Release Date: 12/20/2011
Free post partum care visits for new moms
Darci and Matthew Garavaglia hold their daughter, Amelia. Darci brought Amelia to St. Anthony's Post Partum Care Center numerous times following her birth, to help with nursing problems and health concerns.
Twenty years ago, new mothers were released from the hospital 24 hours after giving birth, and pediatricians often scheduled the baby’s first office visit four weeks after discharge.
Pat Pashia, a nurse in St. Anthony’s Special Care Nursery and a co-founder of Nurses for Newborns, recognized that some babies experienced feeding difficulties and associated issues. She believed something had to be done to ensure that new moms and their babies received the support they needed. With the blessing of hospital administration in 1993, she launched the Post Partum Care Center, where new moms could come for free visits with a Nursery nurse any time between discharge and first doctor visit.
“During the visit, the nurse would examine the baby, assess the well-being of both mom and baby and answer any questions the new mom had, from feeding issues to overall care,” said Nancy Watson, R.N., an internationally board-certified lactation consultant who currently operates the program at St. Anthony’s.
In 2004, 543 new moms came back for at least one visit. Today, with longer hospital stays for the moms and earlier doctor checkups for the babies, the program mainly focuses on breastfeeding management and support.
“I even see some moms who didn’t deliver their babies here,” Watson said. “Their doctors recommend that they come to St. Anthony’s for help. It’s no longer just one session – some moms come several times because they appreciate the needed support.”
Darci Garavaglia, 32, a south St. Louis resident, came to the Post Partum Care Center for some 15 visits after her daughter, Amelia, was born Feb. 9, 2010. Garavaglia, an occupational therapist, became familiar with St. Anthony’s Perinatal Center when she began having contractions at only 28 weeks into her pregnancy. With medication and monitoring, she made it to just 10 days before her due date, when she had to be induced due to a reduced amount of amniotic fluid.
“Amelia’s newborn blood screening showed hypothyroidism, a condition that could cause physical and developmental delays if not treated,” Garavaglia said. “We were very lucky that it was discovered and brought under control with medication. But she just wasn’t growing, gaining weight at the rate she should have been.”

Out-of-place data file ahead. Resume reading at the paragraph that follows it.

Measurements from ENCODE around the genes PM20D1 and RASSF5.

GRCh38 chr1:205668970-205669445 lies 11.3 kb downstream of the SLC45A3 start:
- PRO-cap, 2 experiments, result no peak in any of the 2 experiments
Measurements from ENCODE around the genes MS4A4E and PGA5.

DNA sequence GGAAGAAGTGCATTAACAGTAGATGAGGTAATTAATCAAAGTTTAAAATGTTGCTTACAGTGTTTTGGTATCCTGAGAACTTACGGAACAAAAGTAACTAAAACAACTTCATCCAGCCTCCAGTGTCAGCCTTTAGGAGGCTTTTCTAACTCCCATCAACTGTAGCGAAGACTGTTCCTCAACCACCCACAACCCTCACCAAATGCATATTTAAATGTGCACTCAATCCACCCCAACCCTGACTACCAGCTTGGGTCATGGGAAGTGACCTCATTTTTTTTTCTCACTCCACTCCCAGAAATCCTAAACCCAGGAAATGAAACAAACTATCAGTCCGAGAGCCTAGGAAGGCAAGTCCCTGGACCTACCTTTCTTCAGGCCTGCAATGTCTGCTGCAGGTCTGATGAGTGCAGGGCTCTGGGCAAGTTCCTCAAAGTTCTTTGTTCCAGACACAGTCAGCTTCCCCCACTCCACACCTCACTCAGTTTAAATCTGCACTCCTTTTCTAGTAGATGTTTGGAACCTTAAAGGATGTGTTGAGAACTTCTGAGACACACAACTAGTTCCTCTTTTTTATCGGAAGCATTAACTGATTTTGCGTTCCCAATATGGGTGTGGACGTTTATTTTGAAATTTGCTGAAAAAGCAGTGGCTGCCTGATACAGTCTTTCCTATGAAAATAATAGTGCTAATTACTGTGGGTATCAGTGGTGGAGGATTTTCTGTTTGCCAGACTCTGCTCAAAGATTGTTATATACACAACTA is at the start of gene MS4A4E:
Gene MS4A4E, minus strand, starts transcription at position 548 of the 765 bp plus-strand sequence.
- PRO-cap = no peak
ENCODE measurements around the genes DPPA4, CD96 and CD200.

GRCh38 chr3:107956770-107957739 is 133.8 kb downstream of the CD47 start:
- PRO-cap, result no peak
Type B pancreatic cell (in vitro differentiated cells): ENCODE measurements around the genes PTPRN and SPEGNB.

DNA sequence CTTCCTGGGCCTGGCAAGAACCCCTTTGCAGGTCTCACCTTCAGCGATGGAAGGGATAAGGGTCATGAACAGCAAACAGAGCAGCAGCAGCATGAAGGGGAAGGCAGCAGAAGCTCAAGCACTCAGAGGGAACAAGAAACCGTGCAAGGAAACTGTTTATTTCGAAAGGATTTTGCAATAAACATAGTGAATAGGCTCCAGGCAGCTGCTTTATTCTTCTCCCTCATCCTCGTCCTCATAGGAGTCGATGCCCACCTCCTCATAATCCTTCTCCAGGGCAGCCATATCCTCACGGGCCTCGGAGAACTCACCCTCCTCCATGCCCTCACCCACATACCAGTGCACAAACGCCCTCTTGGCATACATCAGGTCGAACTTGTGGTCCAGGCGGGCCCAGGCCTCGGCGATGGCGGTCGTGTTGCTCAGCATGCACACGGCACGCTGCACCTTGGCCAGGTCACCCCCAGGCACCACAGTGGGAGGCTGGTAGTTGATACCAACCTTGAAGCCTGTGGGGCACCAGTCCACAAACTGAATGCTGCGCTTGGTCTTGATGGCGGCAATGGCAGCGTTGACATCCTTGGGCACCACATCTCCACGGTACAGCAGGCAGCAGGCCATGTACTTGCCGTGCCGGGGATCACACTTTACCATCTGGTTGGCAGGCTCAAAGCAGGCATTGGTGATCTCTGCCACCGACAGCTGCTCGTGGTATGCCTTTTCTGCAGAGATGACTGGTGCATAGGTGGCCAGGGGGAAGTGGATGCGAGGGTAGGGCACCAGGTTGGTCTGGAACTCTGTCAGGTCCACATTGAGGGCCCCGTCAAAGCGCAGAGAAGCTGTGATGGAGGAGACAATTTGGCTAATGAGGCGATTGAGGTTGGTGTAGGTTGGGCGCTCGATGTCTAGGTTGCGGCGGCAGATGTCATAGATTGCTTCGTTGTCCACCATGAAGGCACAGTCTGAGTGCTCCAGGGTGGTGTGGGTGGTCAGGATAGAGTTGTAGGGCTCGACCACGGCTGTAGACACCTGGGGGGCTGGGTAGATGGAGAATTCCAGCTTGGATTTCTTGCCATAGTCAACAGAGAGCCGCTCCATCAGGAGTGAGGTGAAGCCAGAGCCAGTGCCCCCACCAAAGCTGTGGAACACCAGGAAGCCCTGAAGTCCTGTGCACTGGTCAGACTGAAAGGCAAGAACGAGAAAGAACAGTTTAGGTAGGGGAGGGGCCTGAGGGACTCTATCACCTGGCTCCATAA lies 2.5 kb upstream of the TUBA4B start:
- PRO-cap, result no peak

Garavaglia was determined to nurse her baby, because she wanted to provide her with the important nutrients and antibodies nursing provides.
“Breast milk is perfect for the baby’s GI tract – it keeps the bad bacteria from getting in,” Watson said. “We see more babies with upset stomachs who are on formula. Additionally, there are no antibodies in formula. Mom passes them to baby through breast milk and it helps the baby fight off infections. Breastfeeding also helps the baby’s eye and brain development and acuity.”
But nursing turned out to be a challenge for Garavaglia. “It was tough, being a new mom struggling with nursing a baby who wasn’t gaining weight like she should,” Garavaglia said. “Nancy helped me get through that stressful period. She would weigh and measure Amelia at each visit, and I’d report that information to my pediatrician. She helped me with my nursing problems, and by the third day it was smooth sailing. Amelia began to enjoy nursing, and it gave us that time to be close – ‘mommy and me’ time.”
Watson said the best part of her job is that moment when the nursing mom says, “I’ve got it!” “It feels good when a mom who came in with tears of sadness leaves with tears of joy,” Watson said. “It is so rewarding – very cool!”
Garavaglia and her husband, Matthew, believe the post partum visits made a big difference in both mom’s and baby’s health and their mutual satisfaction level with the nursing process.
“I wish all hospitals were as supportive of mothers who want to nurse,” Garavaglia said. “I tell all my friends who are going to deliver babies that I had the best experience at St. Anthony’s that anyone could have! The nurses there gave me support, reassurance and peace of mind.”
For information, please call our Health Access Line at 314-ANTHONY (268-4669) or 800-554-9550 or visit find a physician online.
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